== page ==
■ Total collapse of Iraq's economy, the sectarian violence, American troop raids on civilians, the killing of a dear family member have all deprived the children in Iraq of an innocent, carefree childhood that is the right of any child. They have to deal with family breakdowns, poverty, and a complete and total lack of security. Iraqi children are being forced to assume income generating roles because their families are suffering from hunger and poverty. They are leaving schools and having to deal with adult problems such as unemployment, manual labor, etc. This situation exposes them to hardship, and many forms of abuse. Exposure to violence on a daily basis has affected their psychological development and behavior as well.

■ The drastic increase in the number of orphans in Iraq. The Ministry of Labor and Social Affairs estimated the number of Iraqi orphans to be around 4.5 million. Other estimates put them at around 5 million. About 500,000 of those orphans live on the streets without any home or family or specialized institutions to take care of them. Among these orphans, 700 are in Iraqi prisons and another 100 in American prisons.

■ The problems of families who were forced to migrate and the impact on their children. Since the invasion of Iraq, there have been about 2.2 million internally displaced people who were forced to migrate due to sectarian violence, American violence, etc. Well over two million other Iraqis were driven out of Iraq. On November 20, 2007 UNESCO reports indicated that the number of Iraqi children taking refuge in Syria alone was around 300,000. The problems of children who have been forced to migrate represent a real humanitarian crisis where a large number of families have no shelter, no finances, no health care, no education, and no security of any kind.

Iraqi children make up nearly 39% of Iraq's population and the median age is 20.4 years. What they've endured will not be wiped away or forgotten by them and they are the ones who will chart Iraq's future. Very little attention has been given to them.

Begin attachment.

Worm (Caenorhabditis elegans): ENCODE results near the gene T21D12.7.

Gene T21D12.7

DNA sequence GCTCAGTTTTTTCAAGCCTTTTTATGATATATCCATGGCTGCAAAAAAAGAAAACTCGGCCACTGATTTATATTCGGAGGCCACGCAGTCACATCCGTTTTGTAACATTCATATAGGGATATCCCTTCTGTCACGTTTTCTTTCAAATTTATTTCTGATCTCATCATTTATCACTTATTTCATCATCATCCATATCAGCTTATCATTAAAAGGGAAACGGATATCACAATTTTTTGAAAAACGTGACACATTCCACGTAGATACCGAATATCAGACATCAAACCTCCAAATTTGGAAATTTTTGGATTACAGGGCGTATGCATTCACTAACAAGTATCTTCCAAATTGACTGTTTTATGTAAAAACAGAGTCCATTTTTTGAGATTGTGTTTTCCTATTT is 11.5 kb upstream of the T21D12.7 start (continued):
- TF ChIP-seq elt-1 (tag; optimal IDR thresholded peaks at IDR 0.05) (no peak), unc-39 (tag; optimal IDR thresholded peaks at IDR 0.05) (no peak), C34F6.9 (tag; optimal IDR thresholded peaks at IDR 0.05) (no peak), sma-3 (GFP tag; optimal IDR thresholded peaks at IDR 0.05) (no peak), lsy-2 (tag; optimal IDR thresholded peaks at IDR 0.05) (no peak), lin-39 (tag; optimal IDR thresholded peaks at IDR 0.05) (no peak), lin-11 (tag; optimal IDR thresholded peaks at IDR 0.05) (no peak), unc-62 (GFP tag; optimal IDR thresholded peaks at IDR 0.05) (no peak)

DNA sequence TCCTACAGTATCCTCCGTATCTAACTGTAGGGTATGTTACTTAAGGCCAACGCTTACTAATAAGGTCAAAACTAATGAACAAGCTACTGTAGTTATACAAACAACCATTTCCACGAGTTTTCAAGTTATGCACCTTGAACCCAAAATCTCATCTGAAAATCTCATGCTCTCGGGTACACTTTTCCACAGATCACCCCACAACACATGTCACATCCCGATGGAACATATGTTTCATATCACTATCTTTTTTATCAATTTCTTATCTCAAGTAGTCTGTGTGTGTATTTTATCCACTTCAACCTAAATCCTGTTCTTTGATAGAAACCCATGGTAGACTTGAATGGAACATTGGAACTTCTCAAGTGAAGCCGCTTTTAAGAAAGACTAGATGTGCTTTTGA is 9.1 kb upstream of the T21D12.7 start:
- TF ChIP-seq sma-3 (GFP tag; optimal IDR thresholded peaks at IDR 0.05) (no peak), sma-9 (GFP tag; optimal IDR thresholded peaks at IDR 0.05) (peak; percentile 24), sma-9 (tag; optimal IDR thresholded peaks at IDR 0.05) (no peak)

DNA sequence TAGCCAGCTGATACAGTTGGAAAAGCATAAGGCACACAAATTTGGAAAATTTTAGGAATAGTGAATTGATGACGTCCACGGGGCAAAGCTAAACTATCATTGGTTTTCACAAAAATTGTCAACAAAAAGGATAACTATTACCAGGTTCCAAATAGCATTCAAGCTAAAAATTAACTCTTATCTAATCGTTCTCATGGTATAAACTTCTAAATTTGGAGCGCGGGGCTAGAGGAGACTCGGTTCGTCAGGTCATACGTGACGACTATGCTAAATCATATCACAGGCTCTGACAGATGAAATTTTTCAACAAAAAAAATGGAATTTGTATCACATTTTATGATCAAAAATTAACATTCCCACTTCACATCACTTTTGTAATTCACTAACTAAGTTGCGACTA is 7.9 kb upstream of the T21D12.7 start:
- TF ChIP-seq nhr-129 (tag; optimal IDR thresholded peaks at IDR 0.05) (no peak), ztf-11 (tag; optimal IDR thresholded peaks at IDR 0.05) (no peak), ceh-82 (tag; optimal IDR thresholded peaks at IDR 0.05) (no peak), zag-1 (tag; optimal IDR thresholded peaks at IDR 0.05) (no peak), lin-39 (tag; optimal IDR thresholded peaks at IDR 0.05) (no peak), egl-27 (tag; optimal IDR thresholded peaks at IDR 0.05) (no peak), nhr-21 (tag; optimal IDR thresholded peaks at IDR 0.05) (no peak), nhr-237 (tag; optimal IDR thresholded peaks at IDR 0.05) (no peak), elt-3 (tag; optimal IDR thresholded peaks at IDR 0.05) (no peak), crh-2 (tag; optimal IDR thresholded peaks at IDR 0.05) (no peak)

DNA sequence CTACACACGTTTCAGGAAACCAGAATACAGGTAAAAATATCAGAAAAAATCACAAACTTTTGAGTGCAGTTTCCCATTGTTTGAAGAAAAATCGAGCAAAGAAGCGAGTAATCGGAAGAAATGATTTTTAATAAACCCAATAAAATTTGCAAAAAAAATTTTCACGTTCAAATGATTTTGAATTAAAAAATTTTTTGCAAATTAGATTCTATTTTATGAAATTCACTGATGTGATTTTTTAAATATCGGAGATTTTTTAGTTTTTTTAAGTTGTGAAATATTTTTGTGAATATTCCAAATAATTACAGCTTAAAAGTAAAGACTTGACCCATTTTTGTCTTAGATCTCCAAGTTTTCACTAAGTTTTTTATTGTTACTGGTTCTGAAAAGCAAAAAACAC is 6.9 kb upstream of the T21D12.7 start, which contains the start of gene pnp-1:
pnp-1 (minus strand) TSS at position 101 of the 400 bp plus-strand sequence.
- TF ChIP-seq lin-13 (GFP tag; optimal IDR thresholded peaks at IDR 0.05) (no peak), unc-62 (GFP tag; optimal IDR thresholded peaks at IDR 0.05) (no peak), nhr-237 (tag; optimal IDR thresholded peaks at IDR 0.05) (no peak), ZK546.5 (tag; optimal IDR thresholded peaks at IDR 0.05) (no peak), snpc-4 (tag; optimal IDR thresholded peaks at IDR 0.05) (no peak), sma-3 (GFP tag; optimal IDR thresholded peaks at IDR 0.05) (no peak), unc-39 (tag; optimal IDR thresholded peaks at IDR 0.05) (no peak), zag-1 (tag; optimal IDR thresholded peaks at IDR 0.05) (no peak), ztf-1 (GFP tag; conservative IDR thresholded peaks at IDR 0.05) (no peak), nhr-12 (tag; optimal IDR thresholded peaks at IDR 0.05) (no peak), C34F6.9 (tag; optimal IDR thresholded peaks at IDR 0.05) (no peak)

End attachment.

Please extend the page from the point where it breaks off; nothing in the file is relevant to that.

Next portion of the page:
They're just there to try and make the people free,
But the way that they're doing it, it don't seem like that to me.
Just more blood-letting and misery and tears
That this poor country's known for the last twenty years,
And the war drags on.
-- words and lyrics by Mick Softly (available on Donovan's Fairytale)

Last Sunday, the number of US military people killed in the Iraq War since the start of the illegal war was 4427. Tonight? PDF format warning, DoD listed the the number of Americans killed serving in Iraq at 4428.


Sahar Issa (McClatchy Newspapers) reports a Baghdad sticky bombing which injured three people (including two police officers) and a Mosul roadside bombing in which three people were injured. Reuters notes a Saturday Baghdad sticky bombing in which one person was injured.


Sahar Issa (McClatchy Newspapers) reports a Mosul assault in which 1 police officer and two by-standers were killed. Reuters notes a Tuz Khurmato clash on Saturday in which two people were wounded (a suspected assailant and a mosque guard).

As the violence continues so does the stalemate. Jason Ditz ( reports, "As the Obama Administration applies growing pressure to all sides to accept a unity government with Prime Minister Nouri al-Maliki (the favorite candidate for both the US and Iranian governments) retaining his position, it seems increasingly the other blocs are falling in line."

March 7th, Iraq concluded Parliamentary elections. The Guardian's editorial board noted last month, "These elections were hailed prematurely by Mr Obama as a success, but everything that has happened since has surely doused that optimism in a cold shower of reality." 163 seats are needed to form the executive government (prime minister and council of ministers). When no single slate wins 163 seats (or possibly higher -- 163 is the number today but the Parliament added seats this election and, in four more years, they may add more which could increase the number of seats needed to form the executive government), power-sharing coalitions must be formed with other slates, parties and/or individual candidates. (Eight Parliament seats were awarded, for example, to minority candidates who represent various religious minorities in Iraq.) Ayad Allawi is the head of Iraqiya which won 91 seats in the Parliament making it the biggest seat holder. Second place went to State Of Law which Nouri al-Maliki, the current prime minister, heads. They won 89 seats. Nouri made a big show of lodging complaints and issuing allegations to distract and delay the certification of the initial results while he formed a power-sharing coalition with third place winner Iraqi National Alliance -- this coalition still does not give them 163 seats. They are claiming they have the right to form the government. In 2005, Iraq took four months and seven days to pick a prime minister. It's seven months and three days and counting.